Remember, one missed or late payment could mean a black mark on your credit. You may not be very willing to forgive or forget, and that can definitely destroy a friendship or sever family ties.

5. You are 100 percent liable on a loan that could be a significant amount

Co-signing a loan makes you liable to pay for the entire balance should the guilty party fail to pay. And, unfortunately, most lenders are not interested in having you pay half of the loan. This means that you’ll have to work it out with the other party or get stuck paying off the entire balance.

6. You could face tax consequences from co-signing a loan if the debt is settled

The lender might not want to go through the trouble of suing you and agree to settle the balance owed. That will mean you could have tax liability for the difference. Meaning if you owe $10,000 and settle for $4,000, you may have to report the other $6,000 as “debt forgiveness income” on your tax returns.

Also, settling on the account will leave a negative mark on your credit report. The account does not state “paid as agreed,” but rather, “settled.” Your score suffers because of that new mark.

7. Co-signing a loan could make approval of a loan you might need impossible

Before co-signing a loan, think ahead because you might just need a loan yourself one day. Take, for example, a co-signer for a car. The co-signer in this situation is actually signing for his wife who has less-than-stellar credit. Unfortunately, by doing this, he has found himself denied for an application on a loan of his own because he “has too much credit in his name.”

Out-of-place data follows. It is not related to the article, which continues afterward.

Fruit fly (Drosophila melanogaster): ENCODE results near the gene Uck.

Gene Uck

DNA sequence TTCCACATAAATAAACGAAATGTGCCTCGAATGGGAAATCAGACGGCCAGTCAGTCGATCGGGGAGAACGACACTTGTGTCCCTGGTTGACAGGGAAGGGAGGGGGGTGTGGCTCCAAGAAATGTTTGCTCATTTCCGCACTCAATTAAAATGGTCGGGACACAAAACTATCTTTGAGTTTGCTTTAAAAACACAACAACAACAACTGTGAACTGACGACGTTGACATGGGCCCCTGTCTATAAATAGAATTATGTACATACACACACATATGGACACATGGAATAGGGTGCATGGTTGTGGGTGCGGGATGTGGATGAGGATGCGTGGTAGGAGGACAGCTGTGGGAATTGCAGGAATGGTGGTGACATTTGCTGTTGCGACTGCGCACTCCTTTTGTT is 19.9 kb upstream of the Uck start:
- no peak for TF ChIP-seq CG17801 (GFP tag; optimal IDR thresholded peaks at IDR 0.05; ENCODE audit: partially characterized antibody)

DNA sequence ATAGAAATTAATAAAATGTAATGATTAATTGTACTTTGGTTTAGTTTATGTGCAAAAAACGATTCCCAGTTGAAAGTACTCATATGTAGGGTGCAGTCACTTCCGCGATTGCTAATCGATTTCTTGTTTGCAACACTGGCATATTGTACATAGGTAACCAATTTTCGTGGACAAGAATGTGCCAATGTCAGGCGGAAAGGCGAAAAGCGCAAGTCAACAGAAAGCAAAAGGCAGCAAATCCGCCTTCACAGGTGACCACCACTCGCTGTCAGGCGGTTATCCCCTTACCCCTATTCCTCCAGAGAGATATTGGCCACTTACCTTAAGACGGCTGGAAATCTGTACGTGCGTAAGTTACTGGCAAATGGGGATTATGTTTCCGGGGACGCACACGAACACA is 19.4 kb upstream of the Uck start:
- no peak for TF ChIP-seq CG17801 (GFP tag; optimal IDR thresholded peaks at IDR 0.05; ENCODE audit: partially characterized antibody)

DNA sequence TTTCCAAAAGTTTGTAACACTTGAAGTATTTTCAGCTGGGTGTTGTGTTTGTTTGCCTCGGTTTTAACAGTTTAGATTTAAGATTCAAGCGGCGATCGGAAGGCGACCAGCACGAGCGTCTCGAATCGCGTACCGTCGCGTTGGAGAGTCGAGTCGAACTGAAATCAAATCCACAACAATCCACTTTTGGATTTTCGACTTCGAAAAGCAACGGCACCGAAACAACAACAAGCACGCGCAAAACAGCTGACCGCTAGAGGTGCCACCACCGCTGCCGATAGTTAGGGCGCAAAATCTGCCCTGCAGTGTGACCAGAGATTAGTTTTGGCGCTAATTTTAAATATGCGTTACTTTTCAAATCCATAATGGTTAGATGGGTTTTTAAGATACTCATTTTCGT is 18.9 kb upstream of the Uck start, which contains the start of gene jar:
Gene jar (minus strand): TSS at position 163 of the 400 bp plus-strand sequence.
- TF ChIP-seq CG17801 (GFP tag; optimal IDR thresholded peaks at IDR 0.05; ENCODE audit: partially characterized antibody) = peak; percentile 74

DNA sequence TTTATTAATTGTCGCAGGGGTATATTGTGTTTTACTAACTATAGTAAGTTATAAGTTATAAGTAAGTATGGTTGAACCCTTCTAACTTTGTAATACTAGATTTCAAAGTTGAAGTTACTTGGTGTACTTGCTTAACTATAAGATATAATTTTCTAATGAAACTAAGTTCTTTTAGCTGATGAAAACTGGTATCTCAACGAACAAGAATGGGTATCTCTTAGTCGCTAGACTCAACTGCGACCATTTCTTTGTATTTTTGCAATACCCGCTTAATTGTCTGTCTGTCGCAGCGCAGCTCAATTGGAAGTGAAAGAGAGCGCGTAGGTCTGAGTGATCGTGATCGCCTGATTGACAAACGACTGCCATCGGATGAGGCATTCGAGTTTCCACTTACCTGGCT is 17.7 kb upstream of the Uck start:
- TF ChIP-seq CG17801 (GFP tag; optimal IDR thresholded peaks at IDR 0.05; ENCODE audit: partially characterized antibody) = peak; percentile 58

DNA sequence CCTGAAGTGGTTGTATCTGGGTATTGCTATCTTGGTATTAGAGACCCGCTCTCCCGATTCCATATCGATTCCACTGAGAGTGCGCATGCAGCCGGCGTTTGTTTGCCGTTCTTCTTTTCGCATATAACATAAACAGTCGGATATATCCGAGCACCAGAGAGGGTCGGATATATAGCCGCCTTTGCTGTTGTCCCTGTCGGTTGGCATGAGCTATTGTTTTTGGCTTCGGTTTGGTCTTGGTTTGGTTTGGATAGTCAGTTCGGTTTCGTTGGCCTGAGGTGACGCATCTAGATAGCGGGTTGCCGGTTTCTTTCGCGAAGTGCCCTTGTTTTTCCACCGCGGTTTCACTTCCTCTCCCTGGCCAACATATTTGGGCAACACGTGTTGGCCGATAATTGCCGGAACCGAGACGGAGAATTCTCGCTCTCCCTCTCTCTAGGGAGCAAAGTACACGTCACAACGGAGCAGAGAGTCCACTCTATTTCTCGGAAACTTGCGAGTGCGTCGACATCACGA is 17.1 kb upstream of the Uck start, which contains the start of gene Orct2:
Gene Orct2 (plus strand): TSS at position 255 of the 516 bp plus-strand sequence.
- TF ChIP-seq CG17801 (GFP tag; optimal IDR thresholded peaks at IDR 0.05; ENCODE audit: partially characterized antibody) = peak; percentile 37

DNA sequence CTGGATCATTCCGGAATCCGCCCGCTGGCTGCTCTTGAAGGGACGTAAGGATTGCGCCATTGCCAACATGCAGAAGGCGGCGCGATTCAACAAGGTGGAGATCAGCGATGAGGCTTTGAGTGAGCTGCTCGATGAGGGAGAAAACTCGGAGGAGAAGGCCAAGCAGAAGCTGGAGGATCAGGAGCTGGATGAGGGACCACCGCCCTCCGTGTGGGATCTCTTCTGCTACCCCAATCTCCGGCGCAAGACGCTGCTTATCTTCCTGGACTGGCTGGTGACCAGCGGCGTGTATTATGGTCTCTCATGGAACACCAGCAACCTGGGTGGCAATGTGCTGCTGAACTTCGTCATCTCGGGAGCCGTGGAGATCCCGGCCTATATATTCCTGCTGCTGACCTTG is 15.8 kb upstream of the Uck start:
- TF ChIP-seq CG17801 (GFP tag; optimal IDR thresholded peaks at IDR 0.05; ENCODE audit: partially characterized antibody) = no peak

When you’re thinking about co-signing a loan, it’s wise to bear in mind that helping someone out might hinder your own opportunities.

8. You’ll be making that payment if your co-signer defaults

Be prepared to make the loan payment. I would tell you to take the monthly payment and put it into a savings account and then keep it there. Once you have 12 monthly payments saved, you can stop saving. Hopefully, you never have to pay more than 12 payments on the loan, but be prepared for the worst-case scenario that you have to make the payment.

9. You may need to sue the other responsible party if payments are not made and you get sued